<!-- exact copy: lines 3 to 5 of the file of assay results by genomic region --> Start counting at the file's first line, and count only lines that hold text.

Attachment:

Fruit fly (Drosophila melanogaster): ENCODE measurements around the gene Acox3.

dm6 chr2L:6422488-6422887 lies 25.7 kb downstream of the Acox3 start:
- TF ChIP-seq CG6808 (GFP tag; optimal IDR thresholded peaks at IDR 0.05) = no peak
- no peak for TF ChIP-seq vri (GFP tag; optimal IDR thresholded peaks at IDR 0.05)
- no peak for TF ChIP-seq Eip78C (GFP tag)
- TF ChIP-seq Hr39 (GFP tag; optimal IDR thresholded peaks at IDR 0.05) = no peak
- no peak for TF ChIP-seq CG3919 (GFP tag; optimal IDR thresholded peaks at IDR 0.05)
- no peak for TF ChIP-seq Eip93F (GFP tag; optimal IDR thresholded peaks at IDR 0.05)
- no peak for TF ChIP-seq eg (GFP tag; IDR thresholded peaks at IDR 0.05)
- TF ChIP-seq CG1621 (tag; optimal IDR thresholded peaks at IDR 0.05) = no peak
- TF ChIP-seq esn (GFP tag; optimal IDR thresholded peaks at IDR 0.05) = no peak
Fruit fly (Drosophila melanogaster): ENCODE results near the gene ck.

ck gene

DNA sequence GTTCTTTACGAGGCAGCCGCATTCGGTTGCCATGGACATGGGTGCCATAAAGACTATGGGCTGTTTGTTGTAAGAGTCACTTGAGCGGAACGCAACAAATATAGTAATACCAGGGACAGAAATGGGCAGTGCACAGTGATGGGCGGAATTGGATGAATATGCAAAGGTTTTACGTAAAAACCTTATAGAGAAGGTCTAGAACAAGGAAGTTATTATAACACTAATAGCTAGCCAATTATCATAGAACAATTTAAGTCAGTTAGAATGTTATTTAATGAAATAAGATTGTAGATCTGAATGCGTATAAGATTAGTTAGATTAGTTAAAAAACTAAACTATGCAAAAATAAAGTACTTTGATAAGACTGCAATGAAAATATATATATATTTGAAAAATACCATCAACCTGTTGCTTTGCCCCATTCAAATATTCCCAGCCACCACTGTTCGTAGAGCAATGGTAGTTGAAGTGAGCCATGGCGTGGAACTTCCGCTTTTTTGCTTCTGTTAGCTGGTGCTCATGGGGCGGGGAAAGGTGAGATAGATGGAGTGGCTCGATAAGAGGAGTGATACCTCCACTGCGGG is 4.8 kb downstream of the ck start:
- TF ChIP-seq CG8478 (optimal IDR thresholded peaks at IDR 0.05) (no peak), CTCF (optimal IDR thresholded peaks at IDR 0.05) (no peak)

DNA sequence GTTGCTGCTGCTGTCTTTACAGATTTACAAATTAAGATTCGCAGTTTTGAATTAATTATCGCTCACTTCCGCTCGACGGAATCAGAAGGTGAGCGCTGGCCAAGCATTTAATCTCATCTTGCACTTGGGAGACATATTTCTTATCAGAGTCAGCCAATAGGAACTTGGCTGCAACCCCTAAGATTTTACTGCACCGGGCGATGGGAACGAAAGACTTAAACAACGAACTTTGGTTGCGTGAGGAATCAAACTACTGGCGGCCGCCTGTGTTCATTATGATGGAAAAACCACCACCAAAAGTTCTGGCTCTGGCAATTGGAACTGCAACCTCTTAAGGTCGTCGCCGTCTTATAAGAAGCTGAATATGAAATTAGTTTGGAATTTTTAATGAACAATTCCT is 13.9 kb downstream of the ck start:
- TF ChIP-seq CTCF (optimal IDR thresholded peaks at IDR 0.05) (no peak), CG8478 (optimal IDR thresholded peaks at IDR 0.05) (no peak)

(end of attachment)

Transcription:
- TF ChIP-seq CG6808 (GFP tag; optimal IDR thresholded peaks at IDR 0.05) = no peak
- no peak for TF ChIP-seq vri (GFP tag; optimal IDR thresholded peaks at IDR 0.05)
- no peak for TF ChIP-seq Eip78C (GFP tag)